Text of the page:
The perks of cycling

Spring is nearing the end and here in London I’ve happily enjoyed an unusually (for me) long one. Frankly it’s been more like summer this past month with all the beautiful flowers and leaves blooming already.


I’ve especially enjoyed biking to Imperial College in the mornings, with the sun in my eyes and seeing the beautiful neighborhoods of London.

People say I’m absolutely crazy cycling in London and perhaps they have a point. But I really love cycling and think it an excellent way to get around.
There’s no waiting for buses or trains, you get all the way from point A to point B, no getting stuck in traffic, no being crammed in between hundreds of people, way faster than walking or running, you can pack your groceries or whatever on it, it’s excellent exercise – especially for gluteus maximus! And good for the knees – good for the environment, great for learning how to find your way around, exploring, and enjoying nature and sunshine.

In fact, the biggest problem when cycling are all the people in cars. And I have never experienced it worse than here in London. In general they don’t use their blinkers and they don’t think about people on bikes, so every now and then they’ll just make a turn right in front of you so you barely have time to stop. As there are no proper bike paths in London you cycle on the roads and people in cars – for no apparent reason – get extremely provoked by cyclists passing them while they’re stuck in ques, so they try to block your path with their cars if they can. And as they drive past you – as if to make some sort of point which no one understands – they drive uncomfortably close to you.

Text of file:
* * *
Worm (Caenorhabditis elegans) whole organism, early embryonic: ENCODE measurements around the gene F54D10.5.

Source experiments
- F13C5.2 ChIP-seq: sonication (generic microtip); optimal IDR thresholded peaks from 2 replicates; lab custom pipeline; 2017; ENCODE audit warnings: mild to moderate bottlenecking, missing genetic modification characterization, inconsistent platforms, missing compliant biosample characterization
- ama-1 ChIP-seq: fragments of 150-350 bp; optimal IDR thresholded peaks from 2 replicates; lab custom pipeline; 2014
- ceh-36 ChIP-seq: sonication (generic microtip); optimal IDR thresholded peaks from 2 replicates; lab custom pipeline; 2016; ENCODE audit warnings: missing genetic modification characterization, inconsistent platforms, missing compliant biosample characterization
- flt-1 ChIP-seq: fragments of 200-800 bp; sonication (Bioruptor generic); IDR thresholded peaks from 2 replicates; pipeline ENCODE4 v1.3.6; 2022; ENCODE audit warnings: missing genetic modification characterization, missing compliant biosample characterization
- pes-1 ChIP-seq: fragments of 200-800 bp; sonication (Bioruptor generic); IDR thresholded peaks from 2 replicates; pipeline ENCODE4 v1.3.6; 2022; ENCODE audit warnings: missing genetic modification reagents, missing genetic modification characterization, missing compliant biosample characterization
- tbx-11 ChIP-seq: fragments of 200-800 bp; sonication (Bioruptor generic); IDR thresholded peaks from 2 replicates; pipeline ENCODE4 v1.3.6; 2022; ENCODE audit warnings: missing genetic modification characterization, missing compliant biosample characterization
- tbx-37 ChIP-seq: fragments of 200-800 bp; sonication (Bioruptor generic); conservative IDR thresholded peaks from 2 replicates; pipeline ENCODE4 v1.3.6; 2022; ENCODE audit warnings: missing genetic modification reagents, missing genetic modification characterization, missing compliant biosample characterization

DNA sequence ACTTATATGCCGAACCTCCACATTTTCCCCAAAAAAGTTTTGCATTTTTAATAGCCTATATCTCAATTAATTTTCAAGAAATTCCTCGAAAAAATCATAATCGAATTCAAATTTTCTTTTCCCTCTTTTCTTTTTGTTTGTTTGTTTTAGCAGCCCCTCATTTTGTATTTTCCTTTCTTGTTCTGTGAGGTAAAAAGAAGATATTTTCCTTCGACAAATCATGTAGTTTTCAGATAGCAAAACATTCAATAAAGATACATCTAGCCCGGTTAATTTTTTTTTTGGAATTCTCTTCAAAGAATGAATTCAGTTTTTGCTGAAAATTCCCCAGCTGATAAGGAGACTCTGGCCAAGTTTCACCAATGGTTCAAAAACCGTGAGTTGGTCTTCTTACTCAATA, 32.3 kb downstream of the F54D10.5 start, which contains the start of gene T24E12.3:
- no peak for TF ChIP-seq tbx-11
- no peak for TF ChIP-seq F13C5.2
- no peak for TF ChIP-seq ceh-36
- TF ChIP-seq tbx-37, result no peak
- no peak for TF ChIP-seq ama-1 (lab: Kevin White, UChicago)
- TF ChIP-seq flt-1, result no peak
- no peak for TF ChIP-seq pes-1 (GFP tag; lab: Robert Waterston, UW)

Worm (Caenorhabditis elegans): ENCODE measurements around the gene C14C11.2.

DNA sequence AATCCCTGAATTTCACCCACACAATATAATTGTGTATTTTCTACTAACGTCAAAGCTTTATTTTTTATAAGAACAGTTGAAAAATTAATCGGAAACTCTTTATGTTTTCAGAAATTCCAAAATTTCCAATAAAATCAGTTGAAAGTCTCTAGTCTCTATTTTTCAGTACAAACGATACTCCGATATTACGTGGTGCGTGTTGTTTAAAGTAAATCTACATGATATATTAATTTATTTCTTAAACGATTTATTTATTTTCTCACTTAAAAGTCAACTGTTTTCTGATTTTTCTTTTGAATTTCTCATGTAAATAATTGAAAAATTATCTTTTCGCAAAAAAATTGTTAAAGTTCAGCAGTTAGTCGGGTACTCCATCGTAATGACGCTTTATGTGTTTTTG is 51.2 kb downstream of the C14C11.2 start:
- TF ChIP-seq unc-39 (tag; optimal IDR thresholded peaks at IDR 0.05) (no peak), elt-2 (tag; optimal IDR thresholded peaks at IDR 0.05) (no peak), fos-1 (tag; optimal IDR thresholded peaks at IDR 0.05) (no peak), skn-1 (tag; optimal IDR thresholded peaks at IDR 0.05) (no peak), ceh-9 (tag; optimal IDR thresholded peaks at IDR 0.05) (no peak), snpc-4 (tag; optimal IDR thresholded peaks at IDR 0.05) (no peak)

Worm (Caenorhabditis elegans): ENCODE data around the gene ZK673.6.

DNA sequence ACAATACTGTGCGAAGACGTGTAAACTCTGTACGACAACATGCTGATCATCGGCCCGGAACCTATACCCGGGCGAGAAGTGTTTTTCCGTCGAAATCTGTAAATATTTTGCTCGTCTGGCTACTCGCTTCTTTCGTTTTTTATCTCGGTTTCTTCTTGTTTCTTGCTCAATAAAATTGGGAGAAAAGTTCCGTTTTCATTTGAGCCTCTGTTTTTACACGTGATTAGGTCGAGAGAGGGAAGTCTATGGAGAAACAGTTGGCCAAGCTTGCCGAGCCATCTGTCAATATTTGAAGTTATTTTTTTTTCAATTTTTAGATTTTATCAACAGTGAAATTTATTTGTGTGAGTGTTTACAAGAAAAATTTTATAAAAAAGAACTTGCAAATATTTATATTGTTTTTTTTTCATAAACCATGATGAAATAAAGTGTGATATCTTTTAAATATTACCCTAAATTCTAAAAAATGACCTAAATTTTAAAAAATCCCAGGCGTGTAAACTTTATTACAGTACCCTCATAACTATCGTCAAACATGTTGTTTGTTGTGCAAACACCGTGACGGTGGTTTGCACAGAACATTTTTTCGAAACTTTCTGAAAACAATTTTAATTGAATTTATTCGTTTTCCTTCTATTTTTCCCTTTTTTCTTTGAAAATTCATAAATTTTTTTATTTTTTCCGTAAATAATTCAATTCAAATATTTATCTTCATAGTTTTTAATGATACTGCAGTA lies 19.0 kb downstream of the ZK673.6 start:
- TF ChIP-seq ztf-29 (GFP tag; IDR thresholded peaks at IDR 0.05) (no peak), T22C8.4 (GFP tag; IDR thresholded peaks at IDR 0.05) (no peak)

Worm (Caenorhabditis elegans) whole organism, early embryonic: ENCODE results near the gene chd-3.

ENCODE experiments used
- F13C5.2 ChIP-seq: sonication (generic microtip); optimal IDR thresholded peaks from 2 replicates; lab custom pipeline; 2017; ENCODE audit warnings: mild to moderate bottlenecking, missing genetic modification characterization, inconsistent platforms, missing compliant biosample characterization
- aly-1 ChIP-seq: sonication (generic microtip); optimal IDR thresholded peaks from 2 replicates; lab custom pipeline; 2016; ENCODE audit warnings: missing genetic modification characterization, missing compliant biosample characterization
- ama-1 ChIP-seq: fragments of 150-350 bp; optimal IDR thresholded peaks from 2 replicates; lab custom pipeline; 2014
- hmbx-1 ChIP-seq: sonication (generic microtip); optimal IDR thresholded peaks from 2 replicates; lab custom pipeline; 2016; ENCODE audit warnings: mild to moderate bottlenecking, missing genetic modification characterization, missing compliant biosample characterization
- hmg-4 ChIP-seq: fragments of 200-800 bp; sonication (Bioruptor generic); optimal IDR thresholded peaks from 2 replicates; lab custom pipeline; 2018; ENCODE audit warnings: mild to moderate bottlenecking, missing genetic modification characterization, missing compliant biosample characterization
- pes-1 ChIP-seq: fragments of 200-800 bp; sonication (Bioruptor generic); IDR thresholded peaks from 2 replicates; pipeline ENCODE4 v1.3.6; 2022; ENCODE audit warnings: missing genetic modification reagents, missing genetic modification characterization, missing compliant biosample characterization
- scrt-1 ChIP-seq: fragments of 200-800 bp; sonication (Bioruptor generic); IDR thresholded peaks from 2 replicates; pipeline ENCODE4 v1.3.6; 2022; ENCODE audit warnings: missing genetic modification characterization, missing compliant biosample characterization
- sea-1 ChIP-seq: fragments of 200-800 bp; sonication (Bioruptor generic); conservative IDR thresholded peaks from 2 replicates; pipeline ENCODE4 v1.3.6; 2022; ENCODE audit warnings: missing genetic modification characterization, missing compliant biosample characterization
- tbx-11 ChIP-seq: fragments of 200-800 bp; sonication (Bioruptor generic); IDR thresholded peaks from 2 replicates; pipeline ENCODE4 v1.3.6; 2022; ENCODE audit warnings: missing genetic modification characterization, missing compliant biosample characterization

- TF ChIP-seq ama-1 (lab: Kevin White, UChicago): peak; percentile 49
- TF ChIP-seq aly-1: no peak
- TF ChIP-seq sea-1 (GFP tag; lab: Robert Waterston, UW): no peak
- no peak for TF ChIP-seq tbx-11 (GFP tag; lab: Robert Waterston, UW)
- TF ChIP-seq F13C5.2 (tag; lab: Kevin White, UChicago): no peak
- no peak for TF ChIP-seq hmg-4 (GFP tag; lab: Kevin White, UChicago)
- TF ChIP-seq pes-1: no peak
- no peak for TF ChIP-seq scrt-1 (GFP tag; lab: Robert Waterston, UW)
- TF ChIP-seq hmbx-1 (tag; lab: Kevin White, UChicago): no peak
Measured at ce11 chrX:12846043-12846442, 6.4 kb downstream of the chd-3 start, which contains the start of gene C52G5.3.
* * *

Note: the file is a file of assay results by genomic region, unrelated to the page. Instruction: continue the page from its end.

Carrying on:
Nevertheless, as a Swedish person used to right-sided traffic, I have still managed to survive without any incidents mainly by being careful, attentive and wearing a helmet, so it is in fact quite possible to enjoy cycling here as well. And I think it’s important to promote cycling. If people cycled more and took their cars less I am pretty sure both our health issues such as diabetes and overweight would decrease dramatically as well as our environmental problems.

Personally I would think it perfectly reasonable to have a car-free inner city with buses and trains for people who can’t walk or cycle. But I know most people would find that outrageous. However, cycling in Stockholm can also be slightly dangerous, although the situation is much better than in London. But steps have been taken these past years to improve and create new, proper bike paths. Mainly due to an increased interest for cycling and pressures from the people to make it happen.
The more we cycle, the higher the demand for better paths, and the higher the safety level of cycling.

There are a lot of excellent bike paths around KI, and if you live close enough it’s probably faster than taking buses and trains. Another fantastic plus – it saves you money on public transport!

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